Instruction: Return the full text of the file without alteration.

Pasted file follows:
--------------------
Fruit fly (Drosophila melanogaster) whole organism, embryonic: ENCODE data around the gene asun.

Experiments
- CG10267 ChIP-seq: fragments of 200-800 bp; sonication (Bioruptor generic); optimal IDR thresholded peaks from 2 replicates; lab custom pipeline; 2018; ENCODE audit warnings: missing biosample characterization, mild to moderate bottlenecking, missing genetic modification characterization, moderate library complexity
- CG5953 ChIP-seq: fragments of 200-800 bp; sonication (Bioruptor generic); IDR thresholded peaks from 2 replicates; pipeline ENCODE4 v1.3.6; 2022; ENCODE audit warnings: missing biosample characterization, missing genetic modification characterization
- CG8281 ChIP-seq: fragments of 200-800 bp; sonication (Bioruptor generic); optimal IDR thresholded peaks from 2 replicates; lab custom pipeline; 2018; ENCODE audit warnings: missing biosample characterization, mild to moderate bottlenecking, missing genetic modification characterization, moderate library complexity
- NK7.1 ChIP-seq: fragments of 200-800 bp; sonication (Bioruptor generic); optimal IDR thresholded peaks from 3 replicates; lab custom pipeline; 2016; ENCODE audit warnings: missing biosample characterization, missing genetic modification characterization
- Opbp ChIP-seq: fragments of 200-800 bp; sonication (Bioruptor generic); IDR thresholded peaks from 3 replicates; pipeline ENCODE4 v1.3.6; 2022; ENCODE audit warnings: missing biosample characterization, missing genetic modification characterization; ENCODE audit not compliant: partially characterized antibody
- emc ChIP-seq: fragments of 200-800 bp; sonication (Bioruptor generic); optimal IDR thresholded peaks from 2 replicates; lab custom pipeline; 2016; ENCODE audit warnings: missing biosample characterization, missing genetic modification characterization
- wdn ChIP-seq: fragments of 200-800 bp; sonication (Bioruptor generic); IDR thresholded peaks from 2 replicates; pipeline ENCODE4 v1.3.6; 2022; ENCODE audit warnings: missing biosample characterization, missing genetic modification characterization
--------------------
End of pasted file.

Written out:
Fruit fly (Drosophila melanogaster) whole organism, embryonic: ENCODE data around the gene asun.

Experiments
- CG10267 ChIP-seq: fragments of 200-800 bp; sonication (Bioruptor generic); optimal IDR thresholded peaks from 2 replicates; lab custom pipeline; 2018; ENCODE audit warnings: missing biosample characterization, mild to moderate bottlenecking, missing genetic modification characterization, moderate library complexity
- CG5953 ChIP-seq: fragments of 200-800 bp; sonication (Bioruptor generic); IDR thresholded peaks from 2 replicates; pipeline ENCODE4 v1.3.6; 2022; ENCODE audit warnings: missing biosample characterization, missing genetic modification characterization
- CG8281 ChIP-seq: fragments of 200-800 bp; sonication (Bioruptor generic); optimal IDR thresholded peaks from 2 replicates; lab custom pipeline; 2018; ENCODE audit warnings: missing biosample characterization, mild to moderate bottlenecking, missing genetic modification characterization, moderate library complexity
- NK7.1 ChIP-seq: fragments of 200-800 bp; sonication (Bioruptor generic); optimal IDR thresholded peaks from 3 replicates; lab custom pipeline; 2016; ENCODE audit warnings: missing biosample characterization, missing genetic modification characterization
- Opbp ChIP-seq: fragments of 200-800 bp; sonication (Bioruptor generic); IDR thresholded peaks from 3 replicates; pipeline ENCODE4 v1.3.6; 2022; ENCODE audit warnings: missing biosample characterization, missing genetic modification characterization; ENCODE audit not compliant: partially characterized antibody
- emc ChIP-seq: fragments of 200-800 bp; sonication (Bioruptor generic); optimal IDR thresholded peaks from 2 replicates; lab custom pipeline; 2016; ENCODE audit warnings: missing biosample characterization, missing genetic modification characterization
- wdn ChIP-seq: fragments of 200-800 bp; sonication (Bioruptor generic); IDR thresholded peaks from 2 replicates; pipeline ENCODE4 v1.3.6; 2022; ENCODE audit warnings: missing biosample characterization, missing genetic modification characterization